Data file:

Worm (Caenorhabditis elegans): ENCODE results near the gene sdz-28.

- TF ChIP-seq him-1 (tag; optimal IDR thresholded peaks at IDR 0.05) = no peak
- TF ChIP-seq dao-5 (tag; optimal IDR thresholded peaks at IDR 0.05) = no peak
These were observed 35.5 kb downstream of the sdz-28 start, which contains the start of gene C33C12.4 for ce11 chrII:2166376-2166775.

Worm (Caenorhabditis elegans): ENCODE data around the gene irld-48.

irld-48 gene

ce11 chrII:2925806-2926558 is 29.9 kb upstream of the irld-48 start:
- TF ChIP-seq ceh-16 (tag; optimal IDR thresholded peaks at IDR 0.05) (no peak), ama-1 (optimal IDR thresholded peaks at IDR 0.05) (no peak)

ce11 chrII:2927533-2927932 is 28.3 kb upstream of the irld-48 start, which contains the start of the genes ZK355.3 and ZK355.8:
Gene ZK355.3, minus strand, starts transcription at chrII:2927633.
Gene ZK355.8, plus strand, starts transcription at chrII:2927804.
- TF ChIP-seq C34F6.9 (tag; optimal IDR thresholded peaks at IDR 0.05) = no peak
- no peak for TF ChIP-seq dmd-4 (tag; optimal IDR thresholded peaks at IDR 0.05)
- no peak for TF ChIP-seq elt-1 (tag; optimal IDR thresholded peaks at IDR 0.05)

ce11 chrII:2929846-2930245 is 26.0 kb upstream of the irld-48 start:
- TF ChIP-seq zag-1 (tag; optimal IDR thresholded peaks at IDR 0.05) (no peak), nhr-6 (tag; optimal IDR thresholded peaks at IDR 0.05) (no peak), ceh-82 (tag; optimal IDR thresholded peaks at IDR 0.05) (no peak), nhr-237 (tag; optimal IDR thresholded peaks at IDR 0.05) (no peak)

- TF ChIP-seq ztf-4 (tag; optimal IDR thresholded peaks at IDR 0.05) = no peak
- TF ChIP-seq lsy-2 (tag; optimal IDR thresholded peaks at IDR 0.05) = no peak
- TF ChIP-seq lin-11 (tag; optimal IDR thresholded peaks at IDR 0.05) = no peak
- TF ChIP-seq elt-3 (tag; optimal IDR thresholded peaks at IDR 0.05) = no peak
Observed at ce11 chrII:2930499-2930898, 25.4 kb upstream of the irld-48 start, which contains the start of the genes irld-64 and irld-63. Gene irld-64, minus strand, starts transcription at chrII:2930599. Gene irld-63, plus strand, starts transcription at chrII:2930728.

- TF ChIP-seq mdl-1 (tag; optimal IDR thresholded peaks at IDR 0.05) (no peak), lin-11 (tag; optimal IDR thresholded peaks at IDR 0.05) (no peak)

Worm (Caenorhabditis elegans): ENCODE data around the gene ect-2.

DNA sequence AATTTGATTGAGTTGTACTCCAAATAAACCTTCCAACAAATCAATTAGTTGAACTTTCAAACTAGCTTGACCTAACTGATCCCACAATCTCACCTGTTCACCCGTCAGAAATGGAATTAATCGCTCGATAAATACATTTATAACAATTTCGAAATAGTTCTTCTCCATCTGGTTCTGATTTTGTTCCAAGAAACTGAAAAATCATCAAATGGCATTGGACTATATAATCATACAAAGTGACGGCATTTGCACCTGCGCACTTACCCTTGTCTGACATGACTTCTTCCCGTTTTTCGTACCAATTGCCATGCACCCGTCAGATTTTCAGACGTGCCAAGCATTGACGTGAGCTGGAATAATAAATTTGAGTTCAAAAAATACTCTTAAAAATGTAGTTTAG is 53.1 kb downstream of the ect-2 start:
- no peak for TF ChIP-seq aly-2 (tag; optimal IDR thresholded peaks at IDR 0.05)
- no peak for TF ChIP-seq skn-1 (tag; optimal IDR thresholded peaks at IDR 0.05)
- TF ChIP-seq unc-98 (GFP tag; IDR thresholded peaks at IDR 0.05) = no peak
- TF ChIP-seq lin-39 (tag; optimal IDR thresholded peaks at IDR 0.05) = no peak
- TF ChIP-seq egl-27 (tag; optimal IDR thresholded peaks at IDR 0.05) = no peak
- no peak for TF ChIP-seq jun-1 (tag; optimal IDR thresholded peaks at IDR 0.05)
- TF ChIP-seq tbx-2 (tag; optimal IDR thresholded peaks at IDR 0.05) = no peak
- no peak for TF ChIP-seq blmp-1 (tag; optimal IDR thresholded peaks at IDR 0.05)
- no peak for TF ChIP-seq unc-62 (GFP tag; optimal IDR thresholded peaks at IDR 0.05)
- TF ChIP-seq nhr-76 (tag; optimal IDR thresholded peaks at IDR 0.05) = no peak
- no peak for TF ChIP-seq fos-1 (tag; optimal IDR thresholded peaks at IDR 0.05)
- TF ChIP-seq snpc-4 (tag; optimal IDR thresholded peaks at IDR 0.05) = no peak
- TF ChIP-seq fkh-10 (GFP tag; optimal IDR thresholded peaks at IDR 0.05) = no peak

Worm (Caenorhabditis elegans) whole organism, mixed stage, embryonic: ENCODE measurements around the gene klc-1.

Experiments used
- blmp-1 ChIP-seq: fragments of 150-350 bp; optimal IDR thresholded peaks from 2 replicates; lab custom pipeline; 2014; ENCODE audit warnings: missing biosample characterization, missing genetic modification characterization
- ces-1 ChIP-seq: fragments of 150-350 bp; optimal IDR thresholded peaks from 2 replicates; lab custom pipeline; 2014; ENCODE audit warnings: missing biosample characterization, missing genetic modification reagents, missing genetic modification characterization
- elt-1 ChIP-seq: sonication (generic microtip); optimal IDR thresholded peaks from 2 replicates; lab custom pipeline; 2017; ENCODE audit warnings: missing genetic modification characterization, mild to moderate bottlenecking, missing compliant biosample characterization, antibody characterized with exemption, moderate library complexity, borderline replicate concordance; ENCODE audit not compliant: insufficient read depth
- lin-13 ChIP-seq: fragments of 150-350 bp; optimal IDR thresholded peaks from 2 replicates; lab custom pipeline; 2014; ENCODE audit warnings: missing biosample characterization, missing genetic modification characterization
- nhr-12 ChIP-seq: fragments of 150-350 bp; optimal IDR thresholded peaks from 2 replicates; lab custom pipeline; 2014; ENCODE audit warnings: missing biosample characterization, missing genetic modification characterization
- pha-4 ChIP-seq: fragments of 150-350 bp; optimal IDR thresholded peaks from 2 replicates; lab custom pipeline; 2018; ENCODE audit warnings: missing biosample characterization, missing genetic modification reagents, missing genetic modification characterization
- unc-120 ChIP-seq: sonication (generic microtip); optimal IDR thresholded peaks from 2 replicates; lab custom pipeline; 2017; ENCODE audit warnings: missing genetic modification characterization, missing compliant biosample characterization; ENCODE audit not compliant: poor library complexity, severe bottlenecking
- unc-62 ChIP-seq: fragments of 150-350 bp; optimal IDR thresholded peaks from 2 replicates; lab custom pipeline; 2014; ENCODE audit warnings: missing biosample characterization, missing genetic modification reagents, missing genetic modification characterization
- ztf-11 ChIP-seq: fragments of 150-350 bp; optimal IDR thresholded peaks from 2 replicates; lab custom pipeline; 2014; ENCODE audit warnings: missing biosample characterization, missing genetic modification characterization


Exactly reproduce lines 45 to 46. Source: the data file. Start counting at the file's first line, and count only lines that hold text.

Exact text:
- pha-4 ChIP-seq: fragments of 150-350 bp; optimal IDR thresholded peaks from 2 replicates; lab custom pipeline; 2018; ENCODE audit warnings: missing biosample characterization, missing genetic modification reagents, missing genetic modification characterization
- unc-120 ChIP-seq: sonication (generic microtip); optimal IDR thresholded peaks from 2 replicates; lab custom pipeline; 2017; ENCODE audit warnings: missing genetic modification characterization, missing compliant biosample characterization; ENCODE audit not compliant: poor library complexity, severe bottlenecking